- Promote regular and thorough hand-hygiene by staff and patients.
Hand hygiene kills the virus on hands and prevents the spread of COVID-19. Hand Hygiene can be done using soap and water or a waterless alcohol hand rub/foam for at least 20 seconds.
Wash your hands:
- before entering an area used by other people
- after using the bathroom
- after coughing or sneezing
- before preparing food or eating
- regularly throughout the work day.
- Keep the environment clean.
Contamination on surfaces touched by staff and patients is one of the main ways that COVID-19 spreads.
- Encourage sick staff members to remain at home
Hand hygiene, cough etiquette and respiratory hygiene in the pharmacy
- Display signage/posters in the pharmacy to encourage patients to practice hand hygiene, cough etiquette and respiratory hygiene whilst in the pharmacy and generally in the community.
- Put alcohol-based hand rub dispensers in prominent places around the pharmacy especially at counters where surfaces are touched. Inform patients of places where they can wash their hands with soap and water for the minimum of 20 seconds.
- Use social distancing of 1.5m where possible. Speak to patients from a safe distance to avoid contact with respiratory droplets.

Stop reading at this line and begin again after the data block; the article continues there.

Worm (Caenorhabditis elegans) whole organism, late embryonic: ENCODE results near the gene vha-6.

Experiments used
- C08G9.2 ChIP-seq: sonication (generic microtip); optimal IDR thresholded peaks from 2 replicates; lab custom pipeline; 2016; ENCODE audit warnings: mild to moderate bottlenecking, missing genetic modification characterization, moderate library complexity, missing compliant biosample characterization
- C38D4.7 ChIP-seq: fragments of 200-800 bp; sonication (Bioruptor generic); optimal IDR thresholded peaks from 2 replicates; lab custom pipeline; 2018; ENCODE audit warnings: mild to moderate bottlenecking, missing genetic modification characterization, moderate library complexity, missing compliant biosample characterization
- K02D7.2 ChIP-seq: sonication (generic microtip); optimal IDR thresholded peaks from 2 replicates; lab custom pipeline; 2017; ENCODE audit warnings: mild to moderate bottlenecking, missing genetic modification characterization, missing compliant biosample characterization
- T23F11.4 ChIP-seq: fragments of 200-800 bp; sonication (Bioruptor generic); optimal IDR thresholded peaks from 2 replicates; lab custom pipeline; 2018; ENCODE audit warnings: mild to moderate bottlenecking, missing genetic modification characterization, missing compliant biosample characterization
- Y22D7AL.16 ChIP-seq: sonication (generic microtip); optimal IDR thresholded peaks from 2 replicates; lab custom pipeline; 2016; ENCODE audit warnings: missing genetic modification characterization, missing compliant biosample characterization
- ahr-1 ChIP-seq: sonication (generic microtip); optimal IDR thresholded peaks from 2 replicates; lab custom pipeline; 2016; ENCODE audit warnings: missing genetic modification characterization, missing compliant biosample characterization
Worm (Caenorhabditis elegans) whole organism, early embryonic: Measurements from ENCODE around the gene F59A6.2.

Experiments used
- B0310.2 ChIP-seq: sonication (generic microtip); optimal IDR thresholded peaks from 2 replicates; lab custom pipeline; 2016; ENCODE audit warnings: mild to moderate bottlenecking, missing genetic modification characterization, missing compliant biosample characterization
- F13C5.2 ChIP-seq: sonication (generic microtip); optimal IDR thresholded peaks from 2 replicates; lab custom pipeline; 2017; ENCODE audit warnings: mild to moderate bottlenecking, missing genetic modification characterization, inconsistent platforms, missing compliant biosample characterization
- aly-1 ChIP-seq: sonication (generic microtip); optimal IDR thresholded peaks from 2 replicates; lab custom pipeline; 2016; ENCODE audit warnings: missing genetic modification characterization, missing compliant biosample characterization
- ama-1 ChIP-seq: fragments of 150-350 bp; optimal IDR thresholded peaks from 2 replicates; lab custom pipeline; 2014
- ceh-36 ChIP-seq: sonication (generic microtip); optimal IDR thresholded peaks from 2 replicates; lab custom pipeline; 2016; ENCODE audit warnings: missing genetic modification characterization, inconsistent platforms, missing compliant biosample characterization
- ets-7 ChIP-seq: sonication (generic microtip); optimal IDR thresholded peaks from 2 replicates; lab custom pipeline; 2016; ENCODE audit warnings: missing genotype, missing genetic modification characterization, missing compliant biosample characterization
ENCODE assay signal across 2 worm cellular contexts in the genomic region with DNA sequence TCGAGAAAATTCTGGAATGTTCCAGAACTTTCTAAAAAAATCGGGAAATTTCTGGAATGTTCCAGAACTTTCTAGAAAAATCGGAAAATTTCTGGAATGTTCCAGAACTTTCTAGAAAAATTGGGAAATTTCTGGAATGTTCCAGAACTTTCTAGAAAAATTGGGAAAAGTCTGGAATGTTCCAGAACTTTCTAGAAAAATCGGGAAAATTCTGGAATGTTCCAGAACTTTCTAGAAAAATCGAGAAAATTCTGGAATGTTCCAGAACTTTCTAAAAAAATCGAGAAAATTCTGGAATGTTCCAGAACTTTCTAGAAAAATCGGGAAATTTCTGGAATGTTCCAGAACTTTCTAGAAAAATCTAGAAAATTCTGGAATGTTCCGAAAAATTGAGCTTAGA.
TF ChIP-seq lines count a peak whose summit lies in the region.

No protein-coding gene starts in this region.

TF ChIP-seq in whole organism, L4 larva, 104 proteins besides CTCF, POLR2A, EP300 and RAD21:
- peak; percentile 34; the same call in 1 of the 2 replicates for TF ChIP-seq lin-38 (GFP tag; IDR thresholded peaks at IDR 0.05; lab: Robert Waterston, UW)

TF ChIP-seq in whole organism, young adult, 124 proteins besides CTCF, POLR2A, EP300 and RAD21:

For pharmacy staff
- Ensure staff have access to handwashing facilities and alcohol-based hand rub
- Practice effective hand hygiene, wash hands thoroughly throughout the work day or use an alcohol-based hand rub.
- Practice cough etiquette and respiratory hygiene.
- If you have respiratory symptoms from any respiratory illness, stay at home.
- Ensure that surgical masks and / or paper tissues are available for staff, for those who develop a runny nose or cough at work, along with closed bins for hygienically disposing of them.
- Social distancing is an effective measure, and should be used where practicable.
- Within a pharmacy environment this may mean attempting to keep a distance of 1.5 metres between staff and patients where possible. Speak to patients from the other side of a counter or desk where possible.
- Pharmacists undertaking direct clinical services (e.g. vaccination) should do so following standard precautions – a mask would not be required as a routine for this procedure.
- Brief your staff and patients that if COVID-19 starts spreading in your community, anyone with even a mild cough or fever (37.3oC measured or subjective fever) should stay at home and contact HealthDirect 1800 022 222 for advice.
Patients who present with symptoms of respiratory tract infection